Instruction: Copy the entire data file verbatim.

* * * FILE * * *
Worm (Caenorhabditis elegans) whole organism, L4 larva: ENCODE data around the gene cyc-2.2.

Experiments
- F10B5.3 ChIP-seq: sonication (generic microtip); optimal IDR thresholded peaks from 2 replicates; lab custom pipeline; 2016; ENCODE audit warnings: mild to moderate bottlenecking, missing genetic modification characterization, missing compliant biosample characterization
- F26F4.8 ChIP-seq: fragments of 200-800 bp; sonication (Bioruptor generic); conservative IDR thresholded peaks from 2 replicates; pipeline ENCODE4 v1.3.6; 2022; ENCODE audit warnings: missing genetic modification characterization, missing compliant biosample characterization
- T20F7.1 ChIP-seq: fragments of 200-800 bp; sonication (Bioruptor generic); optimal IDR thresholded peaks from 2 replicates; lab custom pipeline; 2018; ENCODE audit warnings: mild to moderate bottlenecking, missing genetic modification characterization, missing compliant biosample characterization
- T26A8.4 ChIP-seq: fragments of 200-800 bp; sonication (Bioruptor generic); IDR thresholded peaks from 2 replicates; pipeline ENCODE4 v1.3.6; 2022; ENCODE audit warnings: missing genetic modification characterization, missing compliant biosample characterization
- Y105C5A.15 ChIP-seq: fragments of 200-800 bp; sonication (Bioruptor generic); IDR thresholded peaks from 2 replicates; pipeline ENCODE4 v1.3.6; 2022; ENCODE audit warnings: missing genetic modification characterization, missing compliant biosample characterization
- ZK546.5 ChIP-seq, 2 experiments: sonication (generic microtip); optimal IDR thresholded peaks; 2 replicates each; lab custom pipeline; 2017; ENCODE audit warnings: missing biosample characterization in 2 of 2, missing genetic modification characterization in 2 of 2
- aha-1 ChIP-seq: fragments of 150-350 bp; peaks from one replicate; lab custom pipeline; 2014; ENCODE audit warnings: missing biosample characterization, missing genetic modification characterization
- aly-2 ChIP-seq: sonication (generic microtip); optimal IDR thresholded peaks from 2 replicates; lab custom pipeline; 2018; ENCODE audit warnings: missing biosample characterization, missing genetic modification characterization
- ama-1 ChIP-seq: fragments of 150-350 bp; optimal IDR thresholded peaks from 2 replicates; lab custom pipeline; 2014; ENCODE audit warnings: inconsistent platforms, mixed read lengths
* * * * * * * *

Worm (Caenorhabditis elegans) whole organism, L4 larva: ENCODE data around the gene cyc-2.2.

Experiments
- F10B5.3 ChIP-seq: sonication (generic microtip); optimal IDR thresholded peaks from 2 replicates; lab custom pipeline; 2016; ENCODE audit warnings: mild to moderate bottlenecking, missing genetic modification characterization, missing compliant biosample characterization
- F26F4.8 ChIP-seq: fragments of 200-800 bp; sonication (Bioruptor generic); conservative IDR thresholded peaks from 2 replicates; pipeline ENCODE4 v1.3.6; 2022; ENCODE audit warnings: missing genetic modification characterization, missing compliant biosample characterization
- T20F7.1 ChIP-seq: fragments of 200-800 bp; sonication (Bioruptor generic); optimal IDR thresholded peaks from 2 replicates; lab custom pipeline; 2018; ENCODE audit warnings: mild to moderate bottlenecking, missing genetic modification characterization, missing compliant biosample characterization
- T26A8.4 ChIP-seq: fragments of 200-800 bp; sonication (Bioruptor generic); IDR thresholded peaks from 2 replicates; pipeline ENCODE4 v1.3.6; 2022; ENCODE audit warnings: missing genetic modification characterization, missing compliant biosample characterization
- Y105C5A.15 ChIP-seq: fragments of 200-800 bp; sonication (Bioruptor generic); IDR thresholded peaks from 2 replicates; pipeline ENCODE4 v1.3.6; 2022; ENCODE audit warnings: missing genetic modification characterization, missing compliant biosample characterization
- ZK546.5 ChIP-seq, 2 experiments: sonication (generic microtip); optimal IDR thresholded peaks; 2 replicates each; lab custom pipeline; 2017; ENCODE audit warnings: missing biosample characterization in 2 of 2, missing genetic modification characterization in 2 of 2
- aha-1 ChIP-seq: fragments of 150-350 bp; peaks from one replicate; lab custom pipeline; 2014; ENCODE audit warnings: missing biosample characterization, missing genetic modification characterization
- aly-2 ChIP-seq: sonication (generic microtip); optimal IDR thresholded peaks from 2 replicates; lab custom pipeline; 2018; ENCODE audit warnings: missing biosample characterization, missing genetic modification characterization
- ama-1 ChIP-seq: fragments of 150-350 bp; optimal IDR thresholded peaks from 2 replicates; lab custom pipeline; 2014; ENCODE audit warnings: inconsistent platforms, mixed read lengths